Review by Fury
If Captured Whispers were running again, I would attend as many times as possible as there was so much in each performance that I’m sure I missed 90% of what was going on.
Andy Jackson’s work was to do with the loss of his father and the exploration of selfhood. With a tiny, puppet version of himself perched on a suitcase, he read about his father. What stuck with me was the longing in the poem – particularly for touch and embrace.
One of my most loved aspects of puppetry is being able to play with scale and pushing how far the audience will forgive the surrealism of a piece. Jackson’s work particularly hit the mark in the moments when there was a gaze held between Jackson and the puppet. It was as though he were looking at himself; as though he were his father and the puppet, him or perhaps as though he was in a mirrored hallway and he become recursive.
I really liked Terence Jaensch’s poem worked with Eliza Jane Gilchrist. Upon entering the venue, the audience was given a small package with the poem on the back and told not to open it. During the performance, the poem was read three times. Once, quickly. Then, we were instructed to open the package and inside was the poem performance was through several items – a Rochester blot eye mask, some alphabet pasta, an emergency landing card with the phrase “I’m trying to lift love, I am trying”, and a bent plastic spoon.
Call me old fashioned* but bribery always pleases me. I very much liked the poetry party bag. I think the main selling point for this piece, however, was the overwhelm of emotion on the third reading. Jaensch explained that he was an orphan and the closest person he had to a mother had died a couple of days before the launch of the book that included this poem. As such, the poem is permanently entwined with that grief and it was really intense to experience that in the final reading.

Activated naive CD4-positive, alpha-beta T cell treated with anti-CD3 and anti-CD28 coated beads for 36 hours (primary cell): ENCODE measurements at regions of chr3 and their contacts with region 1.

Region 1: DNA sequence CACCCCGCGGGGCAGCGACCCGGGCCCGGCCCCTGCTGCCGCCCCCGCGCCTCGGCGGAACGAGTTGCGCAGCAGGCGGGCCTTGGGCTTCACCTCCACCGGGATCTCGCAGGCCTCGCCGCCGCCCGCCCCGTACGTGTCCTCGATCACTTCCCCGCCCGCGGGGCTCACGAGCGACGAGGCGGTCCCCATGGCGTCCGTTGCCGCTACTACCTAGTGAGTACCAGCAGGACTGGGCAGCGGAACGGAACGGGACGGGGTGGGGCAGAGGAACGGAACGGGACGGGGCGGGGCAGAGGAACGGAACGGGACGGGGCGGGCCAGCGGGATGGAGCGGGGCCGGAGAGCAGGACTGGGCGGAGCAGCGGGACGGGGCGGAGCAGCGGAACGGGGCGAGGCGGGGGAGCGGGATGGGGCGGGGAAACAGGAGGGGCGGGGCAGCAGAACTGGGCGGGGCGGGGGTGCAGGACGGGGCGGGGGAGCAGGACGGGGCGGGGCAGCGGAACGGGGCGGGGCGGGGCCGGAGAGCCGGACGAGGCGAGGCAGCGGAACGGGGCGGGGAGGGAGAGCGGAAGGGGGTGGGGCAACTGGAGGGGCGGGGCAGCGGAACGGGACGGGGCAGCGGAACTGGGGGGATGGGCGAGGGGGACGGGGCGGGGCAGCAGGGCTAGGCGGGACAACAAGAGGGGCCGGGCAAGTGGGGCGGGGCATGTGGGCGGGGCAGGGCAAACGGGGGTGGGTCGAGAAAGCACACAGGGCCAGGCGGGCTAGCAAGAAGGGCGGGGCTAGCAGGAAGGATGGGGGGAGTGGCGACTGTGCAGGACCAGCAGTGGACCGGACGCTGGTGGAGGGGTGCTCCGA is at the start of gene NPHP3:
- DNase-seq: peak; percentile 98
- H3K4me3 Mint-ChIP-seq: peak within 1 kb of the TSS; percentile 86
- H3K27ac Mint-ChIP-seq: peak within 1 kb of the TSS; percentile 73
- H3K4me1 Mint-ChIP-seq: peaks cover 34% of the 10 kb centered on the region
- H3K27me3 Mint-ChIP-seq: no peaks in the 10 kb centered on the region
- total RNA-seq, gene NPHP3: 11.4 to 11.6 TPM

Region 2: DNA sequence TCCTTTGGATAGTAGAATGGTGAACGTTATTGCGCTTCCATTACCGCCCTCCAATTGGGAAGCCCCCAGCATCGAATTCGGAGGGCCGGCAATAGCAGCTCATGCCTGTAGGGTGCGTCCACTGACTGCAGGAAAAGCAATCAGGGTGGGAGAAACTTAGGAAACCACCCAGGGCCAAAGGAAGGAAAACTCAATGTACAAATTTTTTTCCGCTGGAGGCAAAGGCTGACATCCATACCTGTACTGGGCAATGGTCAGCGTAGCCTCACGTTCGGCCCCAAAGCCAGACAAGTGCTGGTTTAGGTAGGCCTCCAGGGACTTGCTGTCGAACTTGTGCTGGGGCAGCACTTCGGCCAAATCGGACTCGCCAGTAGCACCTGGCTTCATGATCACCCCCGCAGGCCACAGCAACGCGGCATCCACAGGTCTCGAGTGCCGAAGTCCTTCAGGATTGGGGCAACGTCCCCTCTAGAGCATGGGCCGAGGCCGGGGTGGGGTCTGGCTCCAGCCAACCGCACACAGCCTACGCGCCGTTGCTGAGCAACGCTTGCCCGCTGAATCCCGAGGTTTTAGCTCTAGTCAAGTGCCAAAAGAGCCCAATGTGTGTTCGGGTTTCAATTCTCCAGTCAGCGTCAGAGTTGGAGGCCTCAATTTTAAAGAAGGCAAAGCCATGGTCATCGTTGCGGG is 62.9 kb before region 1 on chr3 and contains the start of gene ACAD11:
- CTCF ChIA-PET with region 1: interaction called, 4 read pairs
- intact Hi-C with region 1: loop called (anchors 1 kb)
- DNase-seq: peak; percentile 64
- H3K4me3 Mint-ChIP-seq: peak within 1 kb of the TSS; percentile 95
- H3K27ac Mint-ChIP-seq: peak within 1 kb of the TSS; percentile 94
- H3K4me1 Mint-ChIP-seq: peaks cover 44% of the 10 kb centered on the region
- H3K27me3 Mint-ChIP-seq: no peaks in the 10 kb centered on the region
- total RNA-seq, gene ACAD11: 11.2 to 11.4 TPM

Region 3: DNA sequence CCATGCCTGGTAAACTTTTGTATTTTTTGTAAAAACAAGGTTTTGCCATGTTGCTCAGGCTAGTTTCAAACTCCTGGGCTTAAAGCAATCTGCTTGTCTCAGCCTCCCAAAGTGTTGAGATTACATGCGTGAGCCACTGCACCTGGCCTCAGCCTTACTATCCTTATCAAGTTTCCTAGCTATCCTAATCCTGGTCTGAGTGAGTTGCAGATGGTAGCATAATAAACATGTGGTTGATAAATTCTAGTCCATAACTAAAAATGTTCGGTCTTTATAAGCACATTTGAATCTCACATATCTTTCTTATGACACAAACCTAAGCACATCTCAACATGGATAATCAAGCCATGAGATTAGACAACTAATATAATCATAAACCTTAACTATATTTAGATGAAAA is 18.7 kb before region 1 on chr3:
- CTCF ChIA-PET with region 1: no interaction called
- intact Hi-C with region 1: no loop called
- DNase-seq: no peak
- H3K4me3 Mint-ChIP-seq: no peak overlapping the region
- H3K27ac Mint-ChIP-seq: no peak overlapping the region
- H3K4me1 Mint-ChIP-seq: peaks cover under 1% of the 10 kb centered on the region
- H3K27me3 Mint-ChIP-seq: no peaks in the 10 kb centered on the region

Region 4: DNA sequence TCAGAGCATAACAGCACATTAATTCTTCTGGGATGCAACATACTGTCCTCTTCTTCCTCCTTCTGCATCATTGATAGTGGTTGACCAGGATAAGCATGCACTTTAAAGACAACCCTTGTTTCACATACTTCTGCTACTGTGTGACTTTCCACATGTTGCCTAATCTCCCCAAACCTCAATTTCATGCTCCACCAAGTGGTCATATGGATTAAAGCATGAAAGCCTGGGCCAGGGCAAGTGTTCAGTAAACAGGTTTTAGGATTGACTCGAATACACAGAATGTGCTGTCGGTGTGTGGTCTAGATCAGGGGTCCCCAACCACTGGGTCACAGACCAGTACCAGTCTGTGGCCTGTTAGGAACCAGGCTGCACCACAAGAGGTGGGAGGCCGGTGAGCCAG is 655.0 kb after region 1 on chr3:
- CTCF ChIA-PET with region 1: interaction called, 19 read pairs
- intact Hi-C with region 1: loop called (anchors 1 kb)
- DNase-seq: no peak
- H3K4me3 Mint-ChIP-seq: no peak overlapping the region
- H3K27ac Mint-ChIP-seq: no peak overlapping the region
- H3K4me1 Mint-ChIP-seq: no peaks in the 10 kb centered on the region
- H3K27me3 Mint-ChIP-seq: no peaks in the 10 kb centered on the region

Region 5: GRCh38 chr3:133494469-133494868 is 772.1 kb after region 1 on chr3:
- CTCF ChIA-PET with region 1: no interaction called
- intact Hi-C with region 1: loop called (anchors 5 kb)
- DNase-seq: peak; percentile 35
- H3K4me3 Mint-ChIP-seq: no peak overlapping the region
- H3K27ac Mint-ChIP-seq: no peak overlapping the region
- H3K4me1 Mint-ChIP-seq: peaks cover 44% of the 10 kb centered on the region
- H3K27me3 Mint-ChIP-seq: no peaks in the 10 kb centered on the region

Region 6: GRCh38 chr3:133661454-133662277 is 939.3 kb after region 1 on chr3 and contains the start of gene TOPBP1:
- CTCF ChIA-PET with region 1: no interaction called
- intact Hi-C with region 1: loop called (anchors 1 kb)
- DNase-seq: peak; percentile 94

Barry Dickens and Rod Primrose worked a p
Review by Fury
“I don’t do assimilation, I do adaptation”
In Aristophanes’ The Frogs, the god Dionysus goes down into the underworld to bring back the poet Euripides. On his way there, Dionysus meets the far older Aeschylus who claims that of him and Euripides, he is the better poet and as such he should be brought back to the land of the living.
Both segments of Outer Urban Project’s Poetic License cleverly mimics the difference between Euripides and Aeschylus. Euripides is portrayed as a flashier, more “now” poet and Aeschylus is portrayed as one of ‘the greats’.
For the opening, Divine Favour were the Euripides representatives wowing the audience with truly masterful harmonies influenced by Gospel and Hip Hop. The Outer Urban Projects string quartet was the Aeschylus, playing a wide range of very familiar classical music with phenomenal skill. Contrary to the plot of The Frogs, neither was lorded over the other as the opening performances finishing on pieces that married both their styles.
In the second portion of the performance it was mentioned, more than once, that it, itself, was not a play. I think it’s fair, then, to talk about the performance as though it were a chorus. Lacking any set, Greek plays used choruses in conjunction with two main characters to set the scene, enact the various minor parts and comment on the two characters – often to make jokes at their expense.
Poetic License’s chorus was interesting in that it was enjoyably haphazard. My date commented that it made no efforts towards a cohesive plot line – which is somewhat to be expected with a devised reimagining of the Greek play – but instead focused on transitioning and giving weight to each voice and each story within it. The broad spread of age and experiences were discussed comically and seriously. Kominos spoke from the equivalent of a pulpit, merging tone and style with content to make comment on Christianit